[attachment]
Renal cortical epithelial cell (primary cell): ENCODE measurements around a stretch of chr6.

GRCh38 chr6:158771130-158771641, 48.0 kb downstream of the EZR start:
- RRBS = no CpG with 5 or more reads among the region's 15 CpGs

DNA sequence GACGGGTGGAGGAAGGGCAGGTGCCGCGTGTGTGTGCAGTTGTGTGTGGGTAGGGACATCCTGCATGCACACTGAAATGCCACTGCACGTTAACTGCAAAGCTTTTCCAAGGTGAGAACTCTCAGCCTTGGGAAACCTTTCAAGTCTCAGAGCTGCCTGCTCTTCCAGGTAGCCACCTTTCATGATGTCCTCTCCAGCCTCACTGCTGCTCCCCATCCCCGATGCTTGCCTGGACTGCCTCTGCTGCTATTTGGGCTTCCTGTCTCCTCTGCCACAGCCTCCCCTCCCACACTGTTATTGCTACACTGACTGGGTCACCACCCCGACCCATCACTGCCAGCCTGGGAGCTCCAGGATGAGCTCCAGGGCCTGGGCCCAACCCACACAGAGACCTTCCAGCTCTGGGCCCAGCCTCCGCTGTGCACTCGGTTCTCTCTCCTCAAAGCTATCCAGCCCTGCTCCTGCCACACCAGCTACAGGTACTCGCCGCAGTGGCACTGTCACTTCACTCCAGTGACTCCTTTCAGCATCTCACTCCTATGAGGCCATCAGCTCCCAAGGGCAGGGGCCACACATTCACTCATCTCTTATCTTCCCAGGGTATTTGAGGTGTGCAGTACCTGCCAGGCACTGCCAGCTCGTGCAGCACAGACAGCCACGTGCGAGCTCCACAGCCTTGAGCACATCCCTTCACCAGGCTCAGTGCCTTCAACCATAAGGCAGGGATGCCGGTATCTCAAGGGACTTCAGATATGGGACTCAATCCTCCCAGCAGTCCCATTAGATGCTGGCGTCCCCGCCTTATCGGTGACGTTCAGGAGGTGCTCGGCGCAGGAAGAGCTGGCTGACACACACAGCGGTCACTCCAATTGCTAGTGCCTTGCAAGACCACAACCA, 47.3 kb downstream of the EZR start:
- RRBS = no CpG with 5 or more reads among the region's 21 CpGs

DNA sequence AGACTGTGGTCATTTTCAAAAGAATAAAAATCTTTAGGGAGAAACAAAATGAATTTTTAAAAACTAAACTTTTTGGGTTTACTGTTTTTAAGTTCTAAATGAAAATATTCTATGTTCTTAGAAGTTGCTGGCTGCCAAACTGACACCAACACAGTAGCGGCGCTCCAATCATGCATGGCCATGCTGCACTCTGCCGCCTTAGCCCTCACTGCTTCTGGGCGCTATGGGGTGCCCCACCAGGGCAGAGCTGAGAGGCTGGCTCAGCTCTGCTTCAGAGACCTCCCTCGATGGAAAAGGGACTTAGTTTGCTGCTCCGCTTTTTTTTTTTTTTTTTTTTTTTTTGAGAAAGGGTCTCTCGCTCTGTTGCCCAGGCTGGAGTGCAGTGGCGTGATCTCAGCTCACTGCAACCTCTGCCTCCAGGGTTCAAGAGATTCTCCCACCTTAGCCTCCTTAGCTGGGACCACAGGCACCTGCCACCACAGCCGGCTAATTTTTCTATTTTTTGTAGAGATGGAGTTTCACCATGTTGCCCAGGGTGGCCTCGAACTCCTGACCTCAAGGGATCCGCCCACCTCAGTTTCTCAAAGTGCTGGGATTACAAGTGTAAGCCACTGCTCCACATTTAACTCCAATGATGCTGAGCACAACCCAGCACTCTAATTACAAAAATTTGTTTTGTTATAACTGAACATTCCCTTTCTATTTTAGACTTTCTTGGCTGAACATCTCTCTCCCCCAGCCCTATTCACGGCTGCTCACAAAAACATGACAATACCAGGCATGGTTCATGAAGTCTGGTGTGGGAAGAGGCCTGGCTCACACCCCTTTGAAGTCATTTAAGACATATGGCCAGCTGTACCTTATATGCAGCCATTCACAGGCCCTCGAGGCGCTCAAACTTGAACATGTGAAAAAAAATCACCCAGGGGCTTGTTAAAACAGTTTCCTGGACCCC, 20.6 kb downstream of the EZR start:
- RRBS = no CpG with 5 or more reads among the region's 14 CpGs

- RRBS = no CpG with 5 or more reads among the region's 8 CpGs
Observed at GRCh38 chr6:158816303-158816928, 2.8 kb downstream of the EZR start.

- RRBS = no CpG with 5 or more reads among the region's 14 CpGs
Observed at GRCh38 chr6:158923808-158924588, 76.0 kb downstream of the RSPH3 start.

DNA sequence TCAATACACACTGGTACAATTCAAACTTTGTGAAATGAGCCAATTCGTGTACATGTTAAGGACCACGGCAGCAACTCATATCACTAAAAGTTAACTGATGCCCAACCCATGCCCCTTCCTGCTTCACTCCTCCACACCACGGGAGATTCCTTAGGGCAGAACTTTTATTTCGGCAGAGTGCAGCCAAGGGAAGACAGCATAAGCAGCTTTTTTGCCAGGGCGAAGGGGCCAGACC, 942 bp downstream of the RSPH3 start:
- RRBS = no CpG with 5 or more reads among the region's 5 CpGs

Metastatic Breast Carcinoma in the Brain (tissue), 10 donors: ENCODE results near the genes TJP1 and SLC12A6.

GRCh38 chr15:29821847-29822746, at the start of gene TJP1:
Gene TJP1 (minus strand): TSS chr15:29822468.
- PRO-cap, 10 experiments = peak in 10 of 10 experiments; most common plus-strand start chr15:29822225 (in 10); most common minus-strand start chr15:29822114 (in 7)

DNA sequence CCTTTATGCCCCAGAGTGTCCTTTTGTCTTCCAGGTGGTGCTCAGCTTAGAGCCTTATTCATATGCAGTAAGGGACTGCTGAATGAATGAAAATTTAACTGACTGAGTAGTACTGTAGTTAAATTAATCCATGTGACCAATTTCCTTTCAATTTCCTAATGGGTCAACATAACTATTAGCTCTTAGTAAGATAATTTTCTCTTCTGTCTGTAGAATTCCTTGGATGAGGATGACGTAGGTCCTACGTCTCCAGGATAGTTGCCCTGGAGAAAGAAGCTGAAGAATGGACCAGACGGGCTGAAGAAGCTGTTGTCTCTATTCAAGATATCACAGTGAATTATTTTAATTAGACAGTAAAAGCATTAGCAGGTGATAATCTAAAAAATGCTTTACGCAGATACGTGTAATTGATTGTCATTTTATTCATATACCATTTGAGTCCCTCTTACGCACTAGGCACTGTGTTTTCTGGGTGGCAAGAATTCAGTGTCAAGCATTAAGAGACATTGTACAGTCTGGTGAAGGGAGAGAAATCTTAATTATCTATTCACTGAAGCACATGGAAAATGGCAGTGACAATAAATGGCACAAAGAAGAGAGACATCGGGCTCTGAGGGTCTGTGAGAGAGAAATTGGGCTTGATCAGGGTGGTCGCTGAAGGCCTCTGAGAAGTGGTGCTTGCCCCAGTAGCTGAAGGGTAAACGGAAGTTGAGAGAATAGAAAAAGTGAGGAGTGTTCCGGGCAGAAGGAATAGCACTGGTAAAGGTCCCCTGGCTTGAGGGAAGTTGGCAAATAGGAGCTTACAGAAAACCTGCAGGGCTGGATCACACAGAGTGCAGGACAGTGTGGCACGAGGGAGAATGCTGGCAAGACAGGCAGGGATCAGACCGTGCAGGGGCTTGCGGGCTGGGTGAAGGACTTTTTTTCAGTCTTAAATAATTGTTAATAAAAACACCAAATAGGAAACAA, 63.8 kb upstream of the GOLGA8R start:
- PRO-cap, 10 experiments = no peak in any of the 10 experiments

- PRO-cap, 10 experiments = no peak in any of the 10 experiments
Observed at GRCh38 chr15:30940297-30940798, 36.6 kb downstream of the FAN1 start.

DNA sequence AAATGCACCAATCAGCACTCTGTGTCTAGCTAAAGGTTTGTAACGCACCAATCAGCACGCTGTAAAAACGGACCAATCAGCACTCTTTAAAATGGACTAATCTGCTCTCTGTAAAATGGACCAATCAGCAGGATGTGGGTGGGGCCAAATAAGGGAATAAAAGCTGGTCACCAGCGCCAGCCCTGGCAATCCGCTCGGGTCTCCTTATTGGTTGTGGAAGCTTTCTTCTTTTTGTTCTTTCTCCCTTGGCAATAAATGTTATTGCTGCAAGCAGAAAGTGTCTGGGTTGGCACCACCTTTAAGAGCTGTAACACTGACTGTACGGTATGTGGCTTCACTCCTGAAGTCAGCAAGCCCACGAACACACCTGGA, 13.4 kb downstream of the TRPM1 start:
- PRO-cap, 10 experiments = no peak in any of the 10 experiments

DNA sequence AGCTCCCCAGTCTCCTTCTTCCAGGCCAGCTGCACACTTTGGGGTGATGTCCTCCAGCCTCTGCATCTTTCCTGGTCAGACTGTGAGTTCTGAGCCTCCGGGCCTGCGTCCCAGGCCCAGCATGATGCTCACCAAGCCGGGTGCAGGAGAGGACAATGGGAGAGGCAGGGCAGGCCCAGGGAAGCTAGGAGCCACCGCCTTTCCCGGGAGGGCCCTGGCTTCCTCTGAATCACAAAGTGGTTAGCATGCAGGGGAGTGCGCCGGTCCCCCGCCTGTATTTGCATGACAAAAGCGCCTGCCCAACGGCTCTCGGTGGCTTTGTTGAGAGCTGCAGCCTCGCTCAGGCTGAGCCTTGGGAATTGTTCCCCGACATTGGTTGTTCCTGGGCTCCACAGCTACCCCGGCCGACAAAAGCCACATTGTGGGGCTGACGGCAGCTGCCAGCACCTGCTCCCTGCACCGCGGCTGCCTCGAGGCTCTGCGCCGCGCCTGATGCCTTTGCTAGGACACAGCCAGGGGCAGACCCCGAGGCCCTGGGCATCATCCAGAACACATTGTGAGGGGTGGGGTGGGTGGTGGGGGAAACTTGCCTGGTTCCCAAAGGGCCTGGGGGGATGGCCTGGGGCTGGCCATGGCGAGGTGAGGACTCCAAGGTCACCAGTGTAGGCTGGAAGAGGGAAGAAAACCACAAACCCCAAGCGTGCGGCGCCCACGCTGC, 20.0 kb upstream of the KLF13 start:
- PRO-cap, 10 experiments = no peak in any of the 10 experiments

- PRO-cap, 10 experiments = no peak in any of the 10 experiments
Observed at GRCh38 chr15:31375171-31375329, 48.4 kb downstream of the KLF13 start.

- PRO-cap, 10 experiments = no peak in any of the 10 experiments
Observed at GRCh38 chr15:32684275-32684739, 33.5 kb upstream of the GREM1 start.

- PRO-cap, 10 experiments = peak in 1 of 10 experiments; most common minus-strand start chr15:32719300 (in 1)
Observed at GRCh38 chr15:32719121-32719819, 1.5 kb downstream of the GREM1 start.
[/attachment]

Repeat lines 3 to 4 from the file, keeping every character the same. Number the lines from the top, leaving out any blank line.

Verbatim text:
- RRBS = no CpG with 5 or more reads among the region's 15 CpGs

DNA sequence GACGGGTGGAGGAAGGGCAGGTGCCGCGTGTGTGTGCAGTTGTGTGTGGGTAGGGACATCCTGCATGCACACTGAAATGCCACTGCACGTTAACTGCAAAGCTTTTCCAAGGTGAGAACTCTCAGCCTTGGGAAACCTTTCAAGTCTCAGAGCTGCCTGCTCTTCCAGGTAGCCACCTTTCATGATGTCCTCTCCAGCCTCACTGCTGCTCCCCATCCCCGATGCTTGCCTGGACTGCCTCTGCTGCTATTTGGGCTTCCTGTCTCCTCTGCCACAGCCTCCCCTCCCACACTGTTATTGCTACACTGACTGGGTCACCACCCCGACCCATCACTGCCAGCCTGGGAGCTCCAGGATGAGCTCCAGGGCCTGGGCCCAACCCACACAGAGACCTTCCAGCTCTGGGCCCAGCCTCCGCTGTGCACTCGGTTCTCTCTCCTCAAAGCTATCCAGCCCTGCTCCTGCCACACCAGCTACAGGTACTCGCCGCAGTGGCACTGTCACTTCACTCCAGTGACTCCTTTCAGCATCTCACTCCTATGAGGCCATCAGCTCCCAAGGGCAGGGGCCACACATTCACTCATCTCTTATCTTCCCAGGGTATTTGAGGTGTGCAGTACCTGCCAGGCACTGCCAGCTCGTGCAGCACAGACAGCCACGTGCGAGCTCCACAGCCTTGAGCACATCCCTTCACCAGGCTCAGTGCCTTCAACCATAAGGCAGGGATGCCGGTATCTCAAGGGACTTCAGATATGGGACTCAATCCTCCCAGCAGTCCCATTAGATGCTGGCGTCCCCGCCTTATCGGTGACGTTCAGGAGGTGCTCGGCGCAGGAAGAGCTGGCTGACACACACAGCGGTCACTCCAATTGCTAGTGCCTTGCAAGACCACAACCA, 47.3 kb downstream of the EZR start: